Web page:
Editorial, Opinion

EDITORIAL: Is permanent Daylight Saving Time the right move?

Daylight Saving Time and partisan gridlock are both unattractive facts of life in the United States, something that we all assume we’ll always have to deal with. 

But, on Tuesday, we were all able to enjoy a few brief moments contemplating what our lives would be like if they just went away, when the Senate unanimously voted to end the “fall back” time switch and move to a permanent DST. 

And while the chance of the Senate remaining in this brief euphoric state of total agreement is quite slim, the odds we will no longer have to move our clocks back anymore are seemingly high. 

With no clear partisan divide on the issue, we can reasonably conclude that the House will vote in a similar fashion, unless some of the typical ne’er do wells on the fringes of each party decide to make a Q-Anon DST connection. 

Most people, when initially told that it could be brighter outside at night time in the winter, are pretty excited. A majority of Americans, 63%, want to end DST, so it makes sense why our representatives in Congress would throw their support behind such a popular issue. 

But, although at the surface level eliminating daylight saving seems like a no-brainer and a harmless measure, when you dig in deeper to some of the implications of the change it becomes a much larger complicated issue. 

The move has the potential to upend the daylight situation in a large portion of the country. The change would not affect those living in major cities like New York, Los Angeles,or here in Boston but in places like Texas, Indiana and Florida the sunrise/sunset schedule would become incredibly strange and potentially destructive to the work schedules of many Americans. 

In Indiana for example, if DST was to become the standard time setting, the sun would not rise until 9 a.m. in the winter. 

Smaran Ramidi / DFP Staff

This would be true for much of the midwest stretching, Texas, parts of the Pacific Northwest, in Florida and elsewhere where the days with sunrises past 7 a.m. would increase drastically.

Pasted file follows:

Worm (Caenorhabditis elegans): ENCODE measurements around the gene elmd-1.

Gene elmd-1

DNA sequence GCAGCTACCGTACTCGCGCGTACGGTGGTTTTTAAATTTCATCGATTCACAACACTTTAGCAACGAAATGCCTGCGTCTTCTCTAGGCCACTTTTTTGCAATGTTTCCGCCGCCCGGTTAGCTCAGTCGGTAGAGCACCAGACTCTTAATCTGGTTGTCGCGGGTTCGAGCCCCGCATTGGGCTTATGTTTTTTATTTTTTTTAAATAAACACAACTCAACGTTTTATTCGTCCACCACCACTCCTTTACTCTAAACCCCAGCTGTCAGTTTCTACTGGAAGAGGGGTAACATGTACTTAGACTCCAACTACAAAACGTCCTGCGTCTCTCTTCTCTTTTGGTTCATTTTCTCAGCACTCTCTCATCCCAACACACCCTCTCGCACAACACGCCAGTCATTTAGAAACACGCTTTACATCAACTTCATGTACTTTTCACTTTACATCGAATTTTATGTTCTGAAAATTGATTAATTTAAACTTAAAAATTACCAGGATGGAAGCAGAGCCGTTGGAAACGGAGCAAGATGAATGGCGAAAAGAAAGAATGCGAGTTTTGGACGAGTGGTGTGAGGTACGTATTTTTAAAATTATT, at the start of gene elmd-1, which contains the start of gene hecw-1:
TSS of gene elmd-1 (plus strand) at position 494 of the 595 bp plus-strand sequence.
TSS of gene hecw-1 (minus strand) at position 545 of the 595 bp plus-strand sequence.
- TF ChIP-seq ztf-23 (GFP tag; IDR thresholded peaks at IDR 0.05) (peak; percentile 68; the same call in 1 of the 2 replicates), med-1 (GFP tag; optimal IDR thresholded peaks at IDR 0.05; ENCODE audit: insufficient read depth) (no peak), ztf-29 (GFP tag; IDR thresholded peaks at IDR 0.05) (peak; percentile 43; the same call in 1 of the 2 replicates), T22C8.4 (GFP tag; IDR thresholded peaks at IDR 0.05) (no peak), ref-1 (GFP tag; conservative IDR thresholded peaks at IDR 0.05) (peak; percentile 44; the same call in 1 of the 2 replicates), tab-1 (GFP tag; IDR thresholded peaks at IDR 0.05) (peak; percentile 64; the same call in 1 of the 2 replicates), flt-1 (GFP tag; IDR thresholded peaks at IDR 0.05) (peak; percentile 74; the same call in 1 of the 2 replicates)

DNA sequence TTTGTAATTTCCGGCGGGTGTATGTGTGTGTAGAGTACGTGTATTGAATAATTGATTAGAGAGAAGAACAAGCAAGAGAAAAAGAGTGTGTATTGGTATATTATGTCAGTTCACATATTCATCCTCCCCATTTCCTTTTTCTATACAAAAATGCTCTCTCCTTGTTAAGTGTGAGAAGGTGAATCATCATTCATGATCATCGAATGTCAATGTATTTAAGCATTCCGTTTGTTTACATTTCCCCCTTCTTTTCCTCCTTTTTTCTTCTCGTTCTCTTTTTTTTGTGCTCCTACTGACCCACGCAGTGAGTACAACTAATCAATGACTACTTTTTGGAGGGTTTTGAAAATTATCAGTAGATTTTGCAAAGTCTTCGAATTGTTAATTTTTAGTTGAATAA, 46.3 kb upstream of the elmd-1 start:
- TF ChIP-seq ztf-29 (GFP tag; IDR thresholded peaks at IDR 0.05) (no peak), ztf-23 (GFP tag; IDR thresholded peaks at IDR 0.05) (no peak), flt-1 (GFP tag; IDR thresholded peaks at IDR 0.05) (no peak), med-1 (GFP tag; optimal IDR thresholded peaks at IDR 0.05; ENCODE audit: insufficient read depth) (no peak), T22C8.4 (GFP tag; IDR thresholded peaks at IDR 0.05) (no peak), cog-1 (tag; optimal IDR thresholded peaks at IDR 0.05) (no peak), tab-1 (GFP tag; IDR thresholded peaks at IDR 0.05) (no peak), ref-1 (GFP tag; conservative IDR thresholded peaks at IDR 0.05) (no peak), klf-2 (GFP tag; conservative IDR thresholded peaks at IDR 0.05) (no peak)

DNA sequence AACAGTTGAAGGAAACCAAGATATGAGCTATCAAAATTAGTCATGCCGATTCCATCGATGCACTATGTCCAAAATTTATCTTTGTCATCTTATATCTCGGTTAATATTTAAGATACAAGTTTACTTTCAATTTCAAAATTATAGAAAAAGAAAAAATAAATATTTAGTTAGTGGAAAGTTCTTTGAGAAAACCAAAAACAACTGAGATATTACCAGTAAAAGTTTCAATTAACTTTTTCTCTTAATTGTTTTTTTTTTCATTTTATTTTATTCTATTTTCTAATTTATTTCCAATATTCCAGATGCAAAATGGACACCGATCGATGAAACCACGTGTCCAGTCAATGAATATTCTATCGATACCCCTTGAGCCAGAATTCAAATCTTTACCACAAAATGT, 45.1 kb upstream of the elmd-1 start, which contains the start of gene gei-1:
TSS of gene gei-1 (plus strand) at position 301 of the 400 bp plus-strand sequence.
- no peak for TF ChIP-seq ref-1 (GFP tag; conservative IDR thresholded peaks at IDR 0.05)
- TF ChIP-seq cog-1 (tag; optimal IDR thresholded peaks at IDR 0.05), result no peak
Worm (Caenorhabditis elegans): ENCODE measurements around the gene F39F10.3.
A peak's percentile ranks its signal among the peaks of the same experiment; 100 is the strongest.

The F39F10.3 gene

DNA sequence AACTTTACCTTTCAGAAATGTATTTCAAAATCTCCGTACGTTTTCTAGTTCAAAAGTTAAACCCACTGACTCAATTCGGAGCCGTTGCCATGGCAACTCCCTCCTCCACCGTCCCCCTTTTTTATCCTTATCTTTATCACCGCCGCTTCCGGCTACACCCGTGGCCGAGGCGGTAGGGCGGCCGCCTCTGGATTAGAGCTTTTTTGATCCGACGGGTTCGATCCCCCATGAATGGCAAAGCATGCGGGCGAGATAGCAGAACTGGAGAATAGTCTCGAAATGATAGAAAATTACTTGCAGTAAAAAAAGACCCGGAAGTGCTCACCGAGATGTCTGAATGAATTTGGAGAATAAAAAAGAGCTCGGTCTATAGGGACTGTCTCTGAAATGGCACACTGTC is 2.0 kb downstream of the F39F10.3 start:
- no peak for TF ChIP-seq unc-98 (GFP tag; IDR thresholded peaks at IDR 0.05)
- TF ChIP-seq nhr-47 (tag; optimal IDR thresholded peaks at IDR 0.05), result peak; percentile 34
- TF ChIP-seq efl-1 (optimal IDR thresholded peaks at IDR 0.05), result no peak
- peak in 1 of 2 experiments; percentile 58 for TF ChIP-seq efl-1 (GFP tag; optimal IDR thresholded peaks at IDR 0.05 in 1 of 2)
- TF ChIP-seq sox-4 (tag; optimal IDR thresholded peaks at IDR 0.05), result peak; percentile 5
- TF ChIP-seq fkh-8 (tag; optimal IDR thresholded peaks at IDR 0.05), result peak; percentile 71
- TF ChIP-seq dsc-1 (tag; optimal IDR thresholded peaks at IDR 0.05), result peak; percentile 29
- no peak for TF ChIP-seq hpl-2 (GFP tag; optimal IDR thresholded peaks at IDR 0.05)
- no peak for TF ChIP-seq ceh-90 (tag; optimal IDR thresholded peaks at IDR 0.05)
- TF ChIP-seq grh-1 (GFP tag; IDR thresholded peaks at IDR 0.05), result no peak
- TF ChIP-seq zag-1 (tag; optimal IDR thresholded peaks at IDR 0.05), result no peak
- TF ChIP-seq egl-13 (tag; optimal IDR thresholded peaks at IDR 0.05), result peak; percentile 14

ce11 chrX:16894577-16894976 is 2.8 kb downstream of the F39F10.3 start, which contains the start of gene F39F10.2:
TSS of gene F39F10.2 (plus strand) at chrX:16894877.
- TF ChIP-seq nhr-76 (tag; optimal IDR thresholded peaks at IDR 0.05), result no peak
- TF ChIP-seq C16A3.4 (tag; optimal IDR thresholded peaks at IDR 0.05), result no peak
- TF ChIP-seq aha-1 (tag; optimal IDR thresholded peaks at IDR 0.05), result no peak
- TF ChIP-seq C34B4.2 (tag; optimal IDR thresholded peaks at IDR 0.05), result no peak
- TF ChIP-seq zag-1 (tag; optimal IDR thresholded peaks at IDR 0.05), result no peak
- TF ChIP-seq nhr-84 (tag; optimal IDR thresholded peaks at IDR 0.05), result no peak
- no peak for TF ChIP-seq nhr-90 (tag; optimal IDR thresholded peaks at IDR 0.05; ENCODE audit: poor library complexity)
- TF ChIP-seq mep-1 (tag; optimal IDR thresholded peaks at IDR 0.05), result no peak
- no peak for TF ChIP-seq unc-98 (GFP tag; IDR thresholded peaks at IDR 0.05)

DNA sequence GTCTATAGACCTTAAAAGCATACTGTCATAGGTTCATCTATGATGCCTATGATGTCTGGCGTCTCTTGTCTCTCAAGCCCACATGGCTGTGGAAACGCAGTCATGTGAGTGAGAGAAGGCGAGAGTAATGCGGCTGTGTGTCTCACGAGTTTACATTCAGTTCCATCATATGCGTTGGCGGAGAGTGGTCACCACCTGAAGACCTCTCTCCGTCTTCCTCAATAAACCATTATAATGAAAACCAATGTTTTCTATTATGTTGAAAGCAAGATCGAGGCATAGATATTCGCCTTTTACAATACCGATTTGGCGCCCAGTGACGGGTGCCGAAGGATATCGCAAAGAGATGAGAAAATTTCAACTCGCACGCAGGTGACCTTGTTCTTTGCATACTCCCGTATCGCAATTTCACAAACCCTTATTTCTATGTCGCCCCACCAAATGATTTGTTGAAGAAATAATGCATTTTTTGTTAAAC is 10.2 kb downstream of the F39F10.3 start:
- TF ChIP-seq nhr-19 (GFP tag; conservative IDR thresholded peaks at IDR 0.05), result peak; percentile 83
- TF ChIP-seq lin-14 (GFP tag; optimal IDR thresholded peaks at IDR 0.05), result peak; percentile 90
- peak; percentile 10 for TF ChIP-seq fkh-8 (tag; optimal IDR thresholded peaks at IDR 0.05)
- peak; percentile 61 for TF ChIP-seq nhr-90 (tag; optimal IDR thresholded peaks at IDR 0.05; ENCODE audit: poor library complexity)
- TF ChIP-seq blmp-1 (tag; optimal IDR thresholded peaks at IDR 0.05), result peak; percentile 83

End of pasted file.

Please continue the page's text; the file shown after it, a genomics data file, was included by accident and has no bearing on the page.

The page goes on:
Sacrificing early morning brightness for late day brightness may be popular for some, particularly college students, but many workers would see their morning commutes suddenly far darker than before. This could have an impact, too, on states with large snowfalls where dark morning commutes with groggy and tired drives could become dangerous. 

Many health experts also warn against this legislation saying that the dark winter mornings would interrupt our natural circadian rhythms which could lead to sleep problems.

Many residents of the westernmost portions of time zones, where sunrises are already later than the average, have experienced negative health effects. A 2017 study found that many of these people had higher rates of a variety of cancers than the average as well as other conditions like diabetes, sleeping problems and mental health issues. 

These are many of the reasons that have kept DST a thing despite the broad disapproval of it. 

The permanent daylight saving switch has been put in place three times throughout U.S. history, during the World Wars and then again in the energy crisis of the 1970s. None of these were an elected choice, though. All three were made to either increase wartime production or to decrease energy use. 

Given the myriad of issues that the permanent DST switch could create, it makes you wonder why the Senate unanimously approved the bill, and whether it’s another example of the Senate abdicating their legislative duties, searching for the path of least resistance and chasing favorable poll numbers. 

And while that may be a pretty broad extrapolation, the situation Congress has potentially put us in could lead to a lot of headaches for Washington. 


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